“The concept of integrated fire control is it is all about breaking what has been a slavish relationship between the sensor and the shooter; integrated fire control allows you to employ weapons to their max kinematic ranges,” he said.
Much of the discussion regarding the Pentagon’s Pacific rebalance hinges on forward presence and developing technologies able to overcome Anti-Access/Area-Denial threats such as long-range, guided anti-ship cruise missiles designed to prevent ships such as carrier groups from entering closer to the coastline.
The NIFCA-CA is slated to deploy with Navy forces in 2015 as part of the Teddy Roosevelt battle group, so this cruise missile defense technology will be protecting the fleet soon.
NIFC-CA is part of the Navy’s upgraded Aegis ballistic missile defense system called Baseline 9, which is being engineered into destroyers now under construction such as DDG 113 through DDG 118. Baseline 9 is already engineered onto a handful of platforms including the USS John Paul Jones, a destroyer– and two cruisers, the USS Chancellorsville and the USS Normandy.
Baseline 9 uses a common source code for a variety of applications so as to be able to tailor in functions and applications as needed, Kilby added.
In fact, Baseline 9 is able to integrate air defense technology with ballistic missile defense, or BMD, capability, he explained.
“Now I’ve got an integrated baseline that allows me to do three different things. I can be in ballistic missile defense only mode for my most challenging threats, I can be in IAMD (integrated air and missile defense) mode where I can do both ballistic missile defense and air defense, or I can be in air defense only mode for the most challenging air and surface cruise missiles,” Kilby explained.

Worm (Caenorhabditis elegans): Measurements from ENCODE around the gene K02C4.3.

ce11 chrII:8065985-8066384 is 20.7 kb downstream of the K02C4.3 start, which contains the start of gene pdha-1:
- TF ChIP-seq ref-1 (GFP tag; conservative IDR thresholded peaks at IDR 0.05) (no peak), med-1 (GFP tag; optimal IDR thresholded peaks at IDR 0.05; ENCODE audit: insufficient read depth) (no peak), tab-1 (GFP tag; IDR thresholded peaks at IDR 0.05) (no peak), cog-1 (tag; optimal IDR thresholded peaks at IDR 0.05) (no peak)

Kilby also explained that the Aegis technology uses what’s called a ballistic missile signal processor which analyzes the spectrum by using both medium band and synthetic wideband returns. This allows for an increased ability to discriminate a target from a group of objects, he added.
The Navy is already working on the next Aegis baselines now being developed to succeed Baseline 9. A new Baseline is slated for 2016 which will incorporate a new larger and more capable SM3 Block 2A missile and yet another Baseline is being developed for 2020 which will integrate a new, far more capable radar system called Air and Missile Defense Radar, or AMDR, Kilby said.
“Aegis Baselines are configurations of computer program which speak to all the weapons and sensors that they touch,” McGrath said.
Developing NIFC-CA is an integral part of the Navy’s broader post-Iraq and Afghanistan strategy which seeks to return the service to a more pronounced surface warfare emphasis and what’s called blue-water combat. This involves a re-balance to the Pacific as well a focus on anti-submarine warfare, surface warfare and integrated air and missile defense, among other things.